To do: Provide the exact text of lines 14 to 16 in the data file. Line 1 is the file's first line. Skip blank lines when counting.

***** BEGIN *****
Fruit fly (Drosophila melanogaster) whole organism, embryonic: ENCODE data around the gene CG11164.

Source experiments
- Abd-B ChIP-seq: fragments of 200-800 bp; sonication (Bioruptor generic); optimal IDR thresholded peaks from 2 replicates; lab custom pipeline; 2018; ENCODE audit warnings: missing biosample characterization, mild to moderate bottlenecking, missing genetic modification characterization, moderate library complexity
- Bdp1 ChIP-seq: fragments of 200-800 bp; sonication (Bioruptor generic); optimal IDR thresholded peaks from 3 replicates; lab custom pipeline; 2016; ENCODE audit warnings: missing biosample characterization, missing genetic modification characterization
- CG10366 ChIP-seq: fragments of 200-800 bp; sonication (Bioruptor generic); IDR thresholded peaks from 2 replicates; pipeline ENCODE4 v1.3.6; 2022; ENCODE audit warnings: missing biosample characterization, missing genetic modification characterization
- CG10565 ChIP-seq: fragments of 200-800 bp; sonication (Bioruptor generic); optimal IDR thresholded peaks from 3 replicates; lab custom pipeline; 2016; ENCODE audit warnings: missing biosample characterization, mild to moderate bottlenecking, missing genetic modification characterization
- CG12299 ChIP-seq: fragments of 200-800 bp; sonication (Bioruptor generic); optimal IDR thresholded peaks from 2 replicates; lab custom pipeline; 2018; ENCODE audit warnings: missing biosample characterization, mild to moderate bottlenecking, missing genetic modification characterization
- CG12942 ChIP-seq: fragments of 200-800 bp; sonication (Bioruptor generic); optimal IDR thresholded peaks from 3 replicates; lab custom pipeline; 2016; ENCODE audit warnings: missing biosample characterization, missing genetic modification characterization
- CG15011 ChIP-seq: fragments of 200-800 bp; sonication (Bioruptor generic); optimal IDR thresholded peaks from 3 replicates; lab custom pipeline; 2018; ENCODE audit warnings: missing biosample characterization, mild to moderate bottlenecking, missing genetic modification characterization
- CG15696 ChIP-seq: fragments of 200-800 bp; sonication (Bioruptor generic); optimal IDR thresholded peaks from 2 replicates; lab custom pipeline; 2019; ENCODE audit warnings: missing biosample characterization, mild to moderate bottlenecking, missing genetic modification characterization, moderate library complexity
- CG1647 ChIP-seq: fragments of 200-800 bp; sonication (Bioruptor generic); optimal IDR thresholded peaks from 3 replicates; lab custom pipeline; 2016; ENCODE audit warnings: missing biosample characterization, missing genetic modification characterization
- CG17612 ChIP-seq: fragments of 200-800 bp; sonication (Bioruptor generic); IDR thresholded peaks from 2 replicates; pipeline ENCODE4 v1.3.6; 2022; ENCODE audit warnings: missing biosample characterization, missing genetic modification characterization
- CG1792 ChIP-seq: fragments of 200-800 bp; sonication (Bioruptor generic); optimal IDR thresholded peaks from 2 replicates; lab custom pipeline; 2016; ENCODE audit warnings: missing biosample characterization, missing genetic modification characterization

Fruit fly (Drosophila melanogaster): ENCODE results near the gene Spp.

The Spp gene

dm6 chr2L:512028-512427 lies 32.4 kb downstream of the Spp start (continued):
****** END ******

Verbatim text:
Fruit fly (Drosophila melanogaster): ENCODE results near the gene Spp.

The Spp gene

dm6 chr2L:512028-512427 lies 32.4 kb downstream of the Spp start (continued):